Paul Barker prosecuted for stealing discarded food from Tescos

Paul Barker prosecuted for stealing discarded food from Tescos

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Photo from The Mirror

Introduction

Paul Barker (39) and his 29 year old wife, Kerry, were on the bread line and penniless earlier in January of this year. It seems that neither could work due to ill health, and, both being hungry, decided to go to their local Tescos and take some food from the area where out of date food is kept before being binned.

 

Sentence

Mr Barker was charged with theft, and pleaded guilty at Sunderland Magistrates’ Court on 11th May 2015. The District Judge seemed to have been less than impressed with the decision of the CPS to prosecute Mr Barker :

How are they expected to live?”, he reportedly said, before giving him an absolute discharge – the lowest penalty that a court can give (and, effectively, a statement that he has done nothing morally wrong).

Another advantage of this is that there is no need for the Judge to make any financial order (including the otherwise mandatory victim surcharge).

 

Why was he prosecuted?

There are two issues here. Firstly, was he guilty of theft? Although it seems strange that someone can be guilty of stealing something that has, or will be, thrown away, but that is actually correct in law (have a look at a previous post about stealing from skips).

In the case of Williams v Phillips (from 1956), bin men were convicted of theft when they took things from the rubbish that they were collecting, as the property passed from the owners to the corporation on who’s behalf the bin men were collecting (in that case, also, they had previously been warned about this).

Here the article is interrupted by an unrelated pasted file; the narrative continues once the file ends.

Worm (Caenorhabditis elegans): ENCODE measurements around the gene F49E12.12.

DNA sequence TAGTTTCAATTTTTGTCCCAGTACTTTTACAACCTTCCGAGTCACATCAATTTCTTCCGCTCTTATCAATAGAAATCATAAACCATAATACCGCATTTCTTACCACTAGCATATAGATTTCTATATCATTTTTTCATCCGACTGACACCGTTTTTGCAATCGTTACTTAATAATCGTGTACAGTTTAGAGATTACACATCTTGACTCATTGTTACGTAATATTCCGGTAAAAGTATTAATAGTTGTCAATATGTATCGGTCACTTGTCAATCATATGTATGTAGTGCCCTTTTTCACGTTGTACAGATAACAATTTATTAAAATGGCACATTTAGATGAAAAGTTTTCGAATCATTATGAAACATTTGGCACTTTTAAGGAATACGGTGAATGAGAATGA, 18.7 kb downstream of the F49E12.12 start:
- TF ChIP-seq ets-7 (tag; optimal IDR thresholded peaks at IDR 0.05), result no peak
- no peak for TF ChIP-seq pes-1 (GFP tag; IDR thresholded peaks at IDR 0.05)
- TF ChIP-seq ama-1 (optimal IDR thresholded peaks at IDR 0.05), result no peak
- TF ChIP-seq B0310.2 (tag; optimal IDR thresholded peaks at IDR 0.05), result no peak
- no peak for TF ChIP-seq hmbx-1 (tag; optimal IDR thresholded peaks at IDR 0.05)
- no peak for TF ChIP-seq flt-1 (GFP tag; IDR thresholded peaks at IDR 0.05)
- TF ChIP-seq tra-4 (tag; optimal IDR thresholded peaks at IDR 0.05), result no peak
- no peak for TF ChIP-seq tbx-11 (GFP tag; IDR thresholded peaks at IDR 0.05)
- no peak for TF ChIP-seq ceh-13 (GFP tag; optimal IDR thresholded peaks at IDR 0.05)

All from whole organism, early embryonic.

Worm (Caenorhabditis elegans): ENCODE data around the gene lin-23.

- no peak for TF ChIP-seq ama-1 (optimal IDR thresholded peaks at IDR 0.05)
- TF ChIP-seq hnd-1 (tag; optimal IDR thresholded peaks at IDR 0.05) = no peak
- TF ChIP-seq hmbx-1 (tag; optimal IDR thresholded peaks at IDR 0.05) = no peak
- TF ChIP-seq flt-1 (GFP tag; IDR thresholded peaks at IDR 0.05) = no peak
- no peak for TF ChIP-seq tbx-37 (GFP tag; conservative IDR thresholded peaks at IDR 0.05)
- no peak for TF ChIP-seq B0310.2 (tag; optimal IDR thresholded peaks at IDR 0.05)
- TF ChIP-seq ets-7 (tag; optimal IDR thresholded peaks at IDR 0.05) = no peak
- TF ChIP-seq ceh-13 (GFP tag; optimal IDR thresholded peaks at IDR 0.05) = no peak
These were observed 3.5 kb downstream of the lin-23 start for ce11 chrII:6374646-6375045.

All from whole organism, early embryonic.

A requirement for theft is that the behaviour must be ‘dishonest’. It’s not clear to me that Mr Barker’s behaviour is obviously dishonest however – this was old food that could not be sold, and would on the face of it be binned. However, he pleaded guilty to theft, so would have accepted being dishonest.

But. Just because someone can be prosecuted, doesn’t mean that they should be. The CPS are supposed to apply a policy and consider whether or not a prosecution is in the public interest. Here, I have to say, unless Mr Barker had previously been told of the correct legal position and warned against doing this, it is hard to see how a prosecution could be in the public interest.

As we said previously, maybe there should be a third test – ‘how will this prosecution look when splashed in the newspapers?’ Here, prosecuting Mr Barker would have cost thousands of pounds, all in. Is there any way that that would be worth it?

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Dan is a barrister at 2 Dr. Johnson’s Buildings practising in crime.

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